The UN mission in Mali (MINUSMA) lowered the United Nations flag at its headquarters in Bamako, symbolically closing ten years of deployment in this crisis-ridden country from which the junta has driven it out.
The ceremony attended by AFP correspondents near the capital’s airport symbolically marks the end of the mission in this country prey to jihadism and a deep crisis, even if some of its elements remain temporarily on site, his spokesperson Fatoumata Kaba told AFP.
The closure ends a commitment begun in 2013 in the face of the spread of violence that threatened the stability of a poor and fragile state. They have since reached the centre of the country and the Sahelian neighbours of Burkina Faso and Niger, causing thousands of civilian and combatant deaths and displacing millions of people.
With more than 180 members killed in hostile acts primarily perpetrated by groups affiliated with Al-Qaeda and the Islamic State organization, MINUSMA is the hardest-hit UN peace mission in recent years. Its numbers were around 15,000 soldiers and police officers from a multitude of countries.
Despite human losses and a considerable financial commitment, MINUSMA was the subject of strong criticism from some Malians, who denounced its inability to stem the crisis.
UN officials have always objected that MINUSMA’s mission was not to fight jihadists. His mandate assigned him to support the implementation of a major peace agreement with northern separatists (non-jihadists); to help the Malian authorities stabilize the center, another source of violence; to protect civilians and human rights.
In these areas, “the Mission has accomplished remarkable work in Mali”, its leader El Ghassim Wane said recently in the MINUSMA accounts.
Where the Malian State was not present, MINUSMA carried out “many projects” which “marked a real difference in the lives of hundreds of thousands, if not millions of Malians” , he said. He stressed that the effectiveness of MINUSMA depended in part on the cooperation of Malian actors.
However, the presence of MINUSMA became almost untenable after the military seized power in 2020. Their advent signified a strategic reorientation. The junta broke the old alliance with the former dominant power France and turned militarily and politically towards Russia .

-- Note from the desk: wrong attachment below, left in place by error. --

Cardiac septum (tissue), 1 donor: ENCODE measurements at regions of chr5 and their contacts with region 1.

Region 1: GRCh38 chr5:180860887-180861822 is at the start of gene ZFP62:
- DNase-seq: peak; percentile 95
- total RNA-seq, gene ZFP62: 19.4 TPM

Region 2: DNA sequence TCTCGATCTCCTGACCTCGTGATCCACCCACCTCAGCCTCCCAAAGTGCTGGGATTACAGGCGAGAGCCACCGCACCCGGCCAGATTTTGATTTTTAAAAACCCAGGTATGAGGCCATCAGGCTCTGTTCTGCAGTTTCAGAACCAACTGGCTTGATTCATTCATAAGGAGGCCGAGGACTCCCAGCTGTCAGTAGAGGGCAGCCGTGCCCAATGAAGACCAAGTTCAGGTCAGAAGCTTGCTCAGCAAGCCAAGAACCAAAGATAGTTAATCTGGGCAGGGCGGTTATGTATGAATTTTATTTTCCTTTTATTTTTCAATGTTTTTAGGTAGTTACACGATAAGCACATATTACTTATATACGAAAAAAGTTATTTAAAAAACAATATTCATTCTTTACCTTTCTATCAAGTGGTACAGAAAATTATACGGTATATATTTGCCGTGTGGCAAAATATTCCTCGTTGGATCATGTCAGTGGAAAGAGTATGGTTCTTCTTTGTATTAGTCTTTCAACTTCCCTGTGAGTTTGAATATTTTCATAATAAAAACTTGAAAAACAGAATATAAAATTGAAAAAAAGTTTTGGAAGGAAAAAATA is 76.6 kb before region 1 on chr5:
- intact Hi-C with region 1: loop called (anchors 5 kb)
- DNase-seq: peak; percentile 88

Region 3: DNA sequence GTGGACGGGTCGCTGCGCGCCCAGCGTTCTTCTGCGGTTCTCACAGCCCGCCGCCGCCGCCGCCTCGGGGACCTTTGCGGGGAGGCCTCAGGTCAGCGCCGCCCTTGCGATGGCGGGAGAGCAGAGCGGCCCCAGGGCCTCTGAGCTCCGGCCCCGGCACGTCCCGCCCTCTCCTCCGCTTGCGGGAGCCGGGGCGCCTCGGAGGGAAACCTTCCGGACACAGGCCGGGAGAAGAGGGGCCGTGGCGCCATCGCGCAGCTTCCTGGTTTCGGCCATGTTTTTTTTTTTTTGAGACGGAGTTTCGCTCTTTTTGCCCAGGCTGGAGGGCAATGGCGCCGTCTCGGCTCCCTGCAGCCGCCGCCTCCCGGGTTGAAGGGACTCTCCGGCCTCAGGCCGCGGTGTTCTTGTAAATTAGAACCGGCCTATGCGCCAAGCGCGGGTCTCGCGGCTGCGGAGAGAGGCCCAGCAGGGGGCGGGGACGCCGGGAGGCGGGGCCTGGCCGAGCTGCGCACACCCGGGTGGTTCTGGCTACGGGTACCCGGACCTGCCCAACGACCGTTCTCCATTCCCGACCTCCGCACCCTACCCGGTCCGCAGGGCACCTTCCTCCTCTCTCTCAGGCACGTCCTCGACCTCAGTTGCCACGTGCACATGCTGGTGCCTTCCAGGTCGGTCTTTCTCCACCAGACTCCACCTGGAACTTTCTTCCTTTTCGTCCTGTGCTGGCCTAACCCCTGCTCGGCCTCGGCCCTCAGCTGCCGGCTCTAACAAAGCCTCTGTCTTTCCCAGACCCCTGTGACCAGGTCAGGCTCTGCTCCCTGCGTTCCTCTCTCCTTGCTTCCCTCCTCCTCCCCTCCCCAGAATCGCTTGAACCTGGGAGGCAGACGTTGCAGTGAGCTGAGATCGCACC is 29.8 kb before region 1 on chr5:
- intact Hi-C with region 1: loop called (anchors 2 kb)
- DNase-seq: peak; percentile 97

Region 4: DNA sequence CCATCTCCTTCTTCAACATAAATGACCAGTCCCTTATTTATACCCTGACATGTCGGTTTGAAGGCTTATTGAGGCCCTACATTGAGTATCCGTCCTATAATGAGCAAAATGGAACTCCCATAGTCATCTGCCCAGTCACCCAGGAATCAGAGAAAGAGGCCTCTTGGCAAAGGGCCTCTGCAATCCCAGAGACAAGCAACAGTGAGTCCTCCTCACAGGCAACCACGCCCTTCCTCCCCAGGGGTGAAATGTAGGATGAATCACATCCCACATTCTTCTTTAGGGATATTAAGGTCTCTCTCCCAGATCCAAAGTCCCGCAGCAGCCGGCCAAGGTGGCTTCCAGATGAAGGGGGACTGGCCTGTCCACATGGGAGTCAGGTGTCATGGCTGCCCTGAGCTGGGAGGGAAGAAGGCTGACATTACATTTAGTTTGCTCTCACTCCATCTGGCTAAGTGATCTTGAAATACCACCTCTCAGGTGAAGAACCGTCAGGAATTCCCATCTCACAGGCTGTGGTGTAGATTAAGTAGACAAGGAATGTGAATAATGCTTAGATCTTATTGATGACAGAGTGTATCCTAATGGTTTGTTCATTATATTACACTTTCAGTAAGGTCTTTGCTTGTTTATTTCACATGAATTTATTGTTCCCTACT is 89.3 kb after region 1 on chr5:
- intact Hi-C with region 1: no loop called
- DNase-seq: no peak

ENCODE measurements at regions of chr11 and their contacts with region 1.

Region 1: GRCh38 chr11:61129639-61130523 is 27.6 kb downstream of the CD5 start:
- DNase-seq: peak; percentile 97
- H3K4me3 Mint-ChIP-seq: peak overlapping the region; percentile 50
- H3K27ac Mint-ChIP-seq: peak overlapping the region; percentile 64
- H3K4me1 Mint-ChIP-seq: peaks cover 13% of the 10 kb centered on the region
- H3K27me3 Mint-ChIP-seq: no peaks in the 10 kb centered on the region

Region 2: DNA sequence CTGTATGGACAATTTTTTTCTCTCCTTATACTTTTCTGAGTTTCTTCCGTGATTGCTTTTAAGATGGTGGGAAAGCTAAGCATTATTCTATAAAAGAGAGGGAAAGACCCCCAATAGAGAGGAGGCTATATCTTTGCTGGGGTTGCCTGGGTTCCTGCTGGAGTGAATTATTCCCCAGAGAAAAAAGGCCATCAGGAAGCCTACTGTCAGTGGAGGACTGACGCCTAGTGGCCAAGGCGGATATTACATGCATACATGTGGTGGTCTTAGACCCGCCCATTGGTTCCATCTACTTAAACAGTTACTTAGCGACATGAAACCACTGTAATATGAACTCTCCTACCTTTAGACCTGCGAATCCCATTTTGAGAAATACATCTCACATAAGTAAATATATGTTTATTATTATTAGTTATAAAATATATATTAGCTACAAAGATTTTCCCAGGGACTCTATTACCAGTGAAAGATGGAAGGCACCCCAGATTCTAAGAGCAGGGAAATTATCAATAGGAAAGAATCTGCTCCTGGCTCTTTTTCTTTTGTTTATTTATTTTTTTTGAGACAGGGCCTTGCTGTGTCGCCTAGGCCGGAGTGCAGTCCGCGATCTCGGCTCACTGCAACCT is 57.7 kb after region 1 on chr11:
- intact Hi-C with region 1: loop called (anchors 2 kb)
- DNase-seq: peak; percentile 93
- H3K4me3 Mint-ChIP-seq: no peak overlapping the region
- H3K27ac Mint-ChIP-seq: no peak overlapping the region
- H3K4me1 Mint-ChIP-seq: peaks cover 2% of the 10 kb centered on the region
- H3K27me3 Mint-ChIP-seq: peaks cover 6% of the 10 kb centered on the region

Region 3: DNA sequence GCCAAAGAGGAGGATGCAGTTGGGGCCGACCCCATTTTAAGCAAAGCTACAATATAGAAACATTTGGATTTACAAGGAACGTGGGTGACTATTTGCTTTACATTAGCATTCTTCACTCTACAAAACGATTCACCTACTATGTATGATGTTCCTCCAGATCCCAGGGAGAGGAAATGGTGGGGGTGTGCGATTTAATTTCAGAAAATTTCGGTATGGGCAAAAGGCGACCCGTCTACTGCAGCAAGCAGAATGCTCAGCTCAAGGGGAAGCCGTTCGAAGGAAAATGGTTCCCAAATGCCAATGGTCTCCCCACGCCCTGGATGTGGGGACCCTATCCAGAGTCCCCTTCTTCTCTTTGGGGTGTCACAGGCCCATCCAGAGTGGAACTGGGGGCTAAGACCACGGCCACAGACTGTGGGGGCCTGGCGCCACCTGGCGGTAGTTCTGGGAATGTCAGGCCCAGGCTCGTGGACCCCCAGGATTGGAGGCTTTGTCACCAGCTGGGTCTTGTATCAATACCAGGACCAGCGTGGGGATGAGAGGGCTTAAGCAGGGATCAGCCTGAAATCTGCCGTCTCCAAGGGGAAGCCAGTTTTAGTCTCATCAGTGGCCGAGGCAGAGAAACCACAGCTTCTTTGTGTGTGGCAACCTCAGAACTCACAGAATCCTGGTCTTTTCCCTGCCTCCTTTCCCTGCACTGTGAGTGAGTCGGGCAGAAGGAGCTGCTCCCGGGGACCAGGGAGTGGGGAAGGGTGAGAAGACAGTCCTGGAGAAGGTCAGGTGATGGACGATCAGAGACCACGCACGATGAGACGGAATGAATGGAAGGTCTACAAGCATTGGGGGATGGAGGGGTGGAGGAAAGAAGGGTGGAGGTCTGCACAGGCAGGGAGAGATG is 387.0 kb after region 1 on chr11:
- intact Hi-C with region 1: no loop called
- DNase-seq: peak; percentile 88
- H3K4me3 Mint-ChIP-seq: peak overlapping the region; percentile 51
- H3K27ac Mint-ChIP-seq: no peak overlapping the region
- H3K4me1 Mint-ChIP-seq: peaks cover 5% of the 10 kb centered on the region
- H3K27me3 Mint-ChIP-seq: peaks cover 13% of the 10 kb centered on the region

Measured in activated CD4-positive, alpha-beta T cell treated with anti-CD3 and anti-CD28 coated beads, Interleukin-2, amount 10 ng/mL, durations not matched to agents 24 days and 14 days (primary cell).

The UN openly denounced flight bans and other obstructions by the authorities. The latter protested against the “instrumentalization” by MINUSMA of human rights.
The head of Malian diplomacy Abdoulaye Diop ended up asking the Security Council for the departure “without delay” of MINUSMA in June. He proclaimed the mission a “failure” and said it was not the solution but was “part of the problem. “
MINUSMA could not remain against the wishes of the Malian authorities. The Security Council ended MINUSMA’s mandate on June 30 and gave it until December 31 to leave the country. It has since disengaged from most of its 13 holds, in difficult conditions in the north, under the pressure of a military escalation between all the armed actors present on the ground.
Besides Bamako, MINUSMA remains to close the sites of Gao and Timbuktu (north) where after January 1 what the UN calls the “liquidation” of the mission will be carried out. This will involve, for example, handing over the last pieces of equipment to the authorities or terminating existing contracts.
As of Friday, more than 10,500 uniformed or civilian MINUSMA personnel have left Mali, out of a total of around 13,800 at the start of the withdrawal, MINUSMA said on X (formerly Twitter). The head of MINUSMA declared Monday that all personnel not affected by the “liquidation” would have left Mali by the December 31 deadline.
In Berlin, a spokesman for the German Defense Ministry, Arne Collatz, indicated that his country still had around 160 people in Gao. Even if the entire contingent will not necessarily have left by mid-December “to the day” as planned in Berlin, “we are hopeful of being able to announce soon that the last soldier has left Mali”, he said.
Source: Africa News